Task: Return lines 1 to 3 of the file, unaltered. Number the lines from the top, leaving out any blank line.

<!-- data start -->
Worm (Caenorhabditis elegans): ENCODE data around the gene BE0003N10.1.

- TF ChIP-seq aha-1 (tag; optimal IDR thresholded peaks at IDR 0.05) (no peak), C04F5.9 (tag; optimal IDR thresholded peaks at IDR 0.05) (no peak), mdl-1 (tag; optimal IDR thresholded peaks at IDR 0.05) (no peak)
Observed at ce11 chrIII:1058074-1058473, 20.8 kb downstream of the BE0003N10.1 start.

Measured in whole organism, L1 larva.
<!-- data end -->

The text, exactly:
Worm (Caenorhabditis elegans): ENCODE data around the gene BE0003N10.1.

- TF ChIP-seq aha-1 (tag; optimal IDR thresholded peaks at IDR 0.05) (no peak), C04F5.9 (tag; optimal IDR thresholded peaks at IDR 0.05) (no peak), mdl-1 (tag; optimal IDR thresholded peaks at IDR 0.05) (no peak)
Observed at ce11 chrIII:1058074-1058473, 20.8 kb downstream of the BE0003N10.1 start.